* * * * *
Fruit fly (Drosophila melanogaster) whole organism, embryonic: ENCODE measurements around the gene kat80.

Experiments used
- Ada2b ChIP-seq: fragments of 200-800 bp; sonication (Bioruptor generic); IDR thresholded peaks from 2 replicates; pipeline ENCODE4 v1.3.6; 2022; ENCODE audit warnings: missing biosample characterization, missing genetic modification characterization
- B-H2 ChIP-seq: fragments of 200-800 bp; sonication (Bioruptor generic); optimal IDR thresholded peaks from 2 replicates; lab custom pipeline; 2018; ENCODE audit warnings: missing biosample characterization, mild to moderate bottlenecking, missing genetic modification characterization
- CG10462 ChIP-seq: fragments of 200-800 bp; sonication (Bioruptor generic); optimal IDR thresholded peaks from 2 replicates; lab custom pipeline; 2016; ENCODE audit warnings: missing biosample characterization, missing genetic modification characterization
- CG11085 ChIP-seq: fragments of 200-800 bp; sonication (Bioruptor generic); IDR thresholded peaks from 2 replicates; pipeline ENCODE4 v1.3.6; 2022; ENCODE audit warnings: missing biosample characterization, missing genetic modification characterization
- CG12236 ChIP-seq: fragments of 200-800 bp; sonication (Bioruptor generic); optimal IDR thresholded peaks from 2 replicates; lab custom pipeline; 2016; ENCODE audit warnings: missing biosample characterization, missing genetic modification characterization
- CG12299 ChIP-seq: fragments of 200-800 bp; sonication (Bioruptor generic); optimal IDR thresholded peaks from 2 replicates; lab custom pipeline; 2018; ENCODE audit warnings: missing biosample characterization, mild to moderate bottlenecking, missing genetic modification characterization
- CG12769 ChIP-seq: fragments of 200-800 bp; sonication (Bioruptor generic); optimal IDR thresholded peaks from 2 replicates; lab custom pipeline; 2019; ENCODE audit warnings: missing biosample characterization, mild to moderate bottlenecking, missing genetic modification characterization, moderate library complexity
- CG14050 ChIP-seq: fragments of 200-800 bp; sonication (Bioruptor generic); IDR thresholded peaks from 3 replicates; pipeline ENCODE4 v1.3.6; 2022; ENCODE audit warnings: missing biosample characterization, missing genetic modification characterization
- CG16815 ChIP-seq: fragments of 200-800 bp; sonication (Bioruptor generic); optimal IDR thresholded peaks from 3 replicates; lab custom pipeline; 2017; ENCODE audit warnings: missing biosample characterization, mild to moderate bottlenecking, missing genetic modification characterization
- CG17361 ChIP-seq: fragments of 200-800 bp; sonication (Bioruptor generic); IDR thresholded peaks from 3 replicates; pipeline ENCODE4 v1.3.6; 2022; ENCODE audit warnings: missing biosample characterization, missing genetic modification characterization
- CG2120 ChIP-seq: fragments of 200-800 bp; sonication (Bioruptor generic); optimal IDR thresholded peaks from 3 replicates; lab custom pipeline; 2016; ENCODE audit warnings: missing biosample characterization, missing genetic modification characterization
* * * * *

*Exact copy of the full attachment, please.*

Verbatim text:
Fruit fly (Drosophila melanogaster) whole organism, embryonic: ENCODE measurements around the gene kat80.

Experiments used
- Ada2b ChIP-seq: fragments of 200-800 bp; sonication (Bioruptor generic); IDR thresholded peaks from 2 replicates; pipeline ENCODE4 v1.3.6; 2022; ENCODE audit warnings: missing biosample characterization, missing genetic modification characterization
- B-H2 ChIP-seq: fragments of 200-800 bp; sonication (Bioruptor generic); optimal IDR thresholded peaks from 2 replicates; lab custom pipeline; 2018; ENCODE audit warnings: missing biosample characterization, mild to moderate bottlenecking, missing genetic modification characterization
- CG10462 ChIP-seq: fragments of 200-800 bp; sonication (Bioruptor generic); optimal IDR thresholded peaks from 2 replicates; lab custom pipeline; 2016; ENCODE audit warnings: missing biosample characterization, missing genetic modification characterization
- CG11085 ChIP-seq: fragments of 200-800 bp; sonication (Bioruptor generic); IDR thresholded peaks from 2 replicates; pipeline ENCODE4 v1.3.6; 2022; ENCODE audit warnings: missing biosample characterization, missing genetic modification characterization
- CG12236 ChIP-seq: fragments of 200-800 bp; sonication (Bioruptor generic); optimal IDR thresholded peaks from 2 replicates; lab custom pipeline; 2016; ENCODE audit warnings: missing biosample characterization, missing genetic modification characterization
- CG12299 ChIP-seq: fragments of 200-800 bp; sonication (Bioruptor generic); optimal IDR thresholded peaks from 2 replicates; lab custom pipeline; 2018; ENCODE audit warnings: missing biosample characterization, mild to moderate bottlenecking, missing genetic modification characterization
- CG12769 ChIP-seq: fragments of 200-800 bp; sonication (Bioruptor generic); optimal IDR thresholded peaks from 2 replicates; lab custom pipeline; 2019; ENCODE audit warnings: missing biosample characterization, mild to moderate bottlenecking, missing genetic modification characterization, moderate library complexity
- CG14050 ChIP-seq: fragments of 200-800 bp; sonication (Bioruptor generic); IDR thresholded peaks from 3 replicates; pipeline ENCODE4 v1.3.6; 2022; ENCODE audit warnings: missing biosample characterization, missing genetic modification characterization
- CG16815 ChIP-seq: fragments of 200-800 bp; sonication (Bioruptor generic); optimal IDR thresholded peaks from 3 replicates; lab custom pipeline; 2017; ENCODE audit warnings: missing biosample characterization, mild to moderate bottlenecking, missing genetic modification characterization
- CG17361 ChIP-seq: fragments of 200-800 bp; sonication (Bioruptor generic); IDR thresholded peaks from 3 replicates; pipeline ENCODE4 v1.3.6; 2022; ENCODE audit warnings: missing biosample characterization, missing genetic modification characterization
- CG2120 ChIP-seq: fragments of 200-800 bp; sonication (Bioruptor generic); optimal IDR thresholded peaks from 3 replicates; lab custom pipeline; 2016; ENCODE audit warnings: missing biosample characterization, missing genetic modification characterization